J.B. Spins

Jazz, film, and improvised culture.

Thursday, June 19, 2008

Distances from England

Distances
By Norma Winstone
ECM Records 2028


When Norma Winstone performs at Joe’s Pub next Thursday, it will be an opportunity to hear another European jazz artist who does not frequently perform in America. It will also be a pretty rare opportunity to hear a member of the Order of the British Empire in performance, since the MBE was bestowed on Winstone last year (when most of the Queen's Honours recipients were overshadowed by the Rushdie knighthood). Preceding Norma Winstone MBE to American shores, her latest CD, Distances, is itself an intimate listening experience.

The almost title track “Distance” establishes the dreamy mood right from the start through Winstone’s breathy vocals and the eerie accompaniment of Klaus Gesing on bass clarinet and Glauco Venier on piano. Winstone’s lyrics reinforce the sense of existential mystery, speaking of “weightless wanderers” “turning in heights of invisible air” above “a city of unfathomed streets below.”

Many of Winstone’s songs read like prose poems, but she also includes one standard and a pop cover. She wrings all the regret imaginable out of Cole Porter’s “Every Time We Say Goodbye,” underscored by Gesing’s plaintive soprano. A Peter Gabriel song again proves to be a surprisingly hospitable vehicle for reinvention in a jazz context. “Here Comes the Flood” is a beautiful example of Winstone’s subtle but dramatic vocal interpretation and the sympathetic support of Gesing and Venier.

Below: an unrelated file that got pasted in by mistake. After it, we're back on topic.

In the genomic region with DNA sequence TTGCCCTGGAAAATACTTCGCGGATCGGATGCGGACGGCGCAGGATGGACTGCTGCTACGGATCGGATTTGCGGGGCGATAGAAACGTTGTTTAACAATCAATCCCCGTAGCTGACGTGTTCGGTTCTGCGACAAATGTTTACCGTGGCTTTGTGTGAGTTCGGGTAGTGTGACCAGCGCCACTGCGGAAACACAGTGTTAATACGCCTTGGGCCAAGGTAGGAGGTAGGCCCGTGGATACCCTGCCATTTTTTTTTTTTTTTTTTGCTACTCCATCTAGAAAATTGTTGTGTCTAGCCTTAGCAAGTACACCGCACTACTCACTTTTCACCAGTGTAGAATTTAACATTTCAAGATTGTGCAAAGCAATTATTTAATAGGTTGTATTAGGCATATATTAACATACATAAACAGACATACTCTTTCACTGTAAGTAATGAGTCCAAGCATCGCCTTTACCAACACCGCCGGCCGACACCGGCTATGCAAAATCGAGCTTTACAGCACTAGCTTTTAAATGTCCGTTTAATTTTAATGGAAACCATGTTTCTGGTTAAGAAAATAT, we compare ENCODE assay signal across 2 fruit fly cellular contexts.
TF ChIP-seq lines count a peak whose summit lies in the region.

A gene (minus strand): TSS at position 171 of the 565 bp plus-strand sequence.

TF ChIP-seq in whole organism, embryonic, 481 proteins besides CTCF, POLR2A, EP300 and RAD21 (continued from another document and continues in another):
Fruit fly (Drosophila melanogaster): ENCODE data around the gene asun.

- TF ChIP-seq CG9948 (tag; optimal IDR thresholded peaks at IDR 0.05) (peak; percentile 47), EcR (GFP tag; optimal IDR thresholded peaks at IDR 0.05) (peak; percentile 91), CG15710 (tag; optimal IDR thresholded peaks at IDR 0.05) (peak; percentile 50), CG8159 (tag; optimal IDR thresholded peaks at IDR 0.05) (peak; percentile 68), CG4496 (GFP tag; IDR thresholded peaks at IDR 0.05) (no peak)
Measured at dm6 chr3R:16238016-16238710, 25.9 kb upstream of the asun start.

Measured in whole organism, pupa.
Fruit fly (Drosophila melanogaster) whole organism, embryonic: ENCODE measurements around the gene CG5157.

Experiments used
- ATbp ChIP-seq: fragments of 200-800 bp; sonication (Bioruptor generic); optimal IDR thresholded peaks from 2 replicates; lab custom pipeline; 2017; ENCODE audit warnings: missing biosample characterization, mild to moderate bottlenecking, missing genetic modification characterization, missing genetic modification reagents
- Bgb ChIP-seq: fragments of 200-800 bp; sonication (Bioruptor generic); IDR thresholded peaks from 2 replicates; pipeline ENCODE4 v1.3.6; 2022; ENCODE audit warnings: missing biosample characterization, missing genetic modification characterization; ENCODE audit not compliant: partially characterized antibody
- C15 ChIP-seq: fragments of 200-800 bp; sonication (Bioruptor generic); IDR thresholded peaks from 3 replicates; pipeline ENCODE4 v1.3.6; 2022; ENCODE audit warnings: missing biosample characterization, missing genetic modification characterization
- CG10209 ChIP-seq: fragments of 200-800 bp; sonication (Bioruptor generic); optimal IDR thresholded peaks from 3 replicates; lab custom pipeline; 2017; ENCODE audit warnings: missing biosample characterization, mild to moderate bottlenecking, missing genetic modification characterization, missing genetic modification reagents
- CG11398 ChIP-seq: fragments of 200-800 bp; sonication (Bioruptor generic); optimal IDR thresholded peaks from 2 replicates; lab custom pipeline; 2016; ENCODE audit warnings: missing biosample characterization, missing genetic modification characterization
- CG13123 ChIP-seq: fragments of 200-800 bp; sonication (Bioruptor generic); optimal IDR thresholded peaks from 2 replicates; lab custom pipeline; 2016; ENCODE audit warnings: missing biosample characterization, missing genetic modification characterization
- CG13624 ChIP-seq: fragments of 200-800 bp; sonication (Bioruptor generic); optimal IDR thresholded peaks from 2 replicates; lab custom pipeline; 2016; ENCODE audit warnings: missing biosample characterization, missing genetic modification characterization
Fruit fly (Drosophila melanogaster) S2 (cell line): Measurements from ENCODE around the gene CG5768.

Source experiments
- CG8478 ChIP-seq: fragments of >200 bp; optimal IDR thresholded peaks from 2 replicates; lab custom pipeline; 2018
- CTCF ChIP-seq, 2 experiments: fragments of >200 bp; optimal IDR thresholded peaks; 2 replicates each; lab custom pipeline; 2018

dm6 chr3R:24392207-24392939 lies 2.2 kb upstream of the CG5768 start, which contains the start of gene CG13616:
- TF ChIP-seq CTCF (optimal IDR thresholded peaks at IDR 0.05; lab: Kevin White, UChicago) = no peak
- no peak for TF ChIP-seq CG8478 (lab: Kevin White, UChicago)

Winstone’s band-mates are more than just hired accompanists. They really sound like a cohesive unit together, with the conceptions of each shaping the music of Distances. Gesing and Venier both penned music for two originals, and the three collaborated on a spontaneous composition. Venier’s “The Mermaid” probably exhibits the most buoyant jazz solo of the session provided by the composer, egged on by Gesing’s bass clarinet. While a bit at odds with Winstone’s mournful lyrics, it makes for an appealing interlude in her tale. Gesing also should get credit just for taking a soprano saxophone anywhere near “Giant’s Gentle Stride,” their reworking of Coltrane’s “Giant Steps” and he actually solos quite eloquently.

Distances concludes with “A Song for England,” the trio’s impromptu calypso setting of an Andrew Salkey poem, which ascribes the neurosis of the English to their depressing weather. Simultaneously humorous and triumphant, it is a pitch-perfect post-modern national anthem. One could easily envision it running over the end titles of future British films to express both irony and affection.

Distances has a deceptively sparse atmosphere, from which many exciting musical moments unfold. It is an intriguing session that stays in your head long after listening. It is definitely a recommended CD, some songs of which are likely to be interpreted live by Winstone’s group, during two sets at Joe’s Pub on June 26th.

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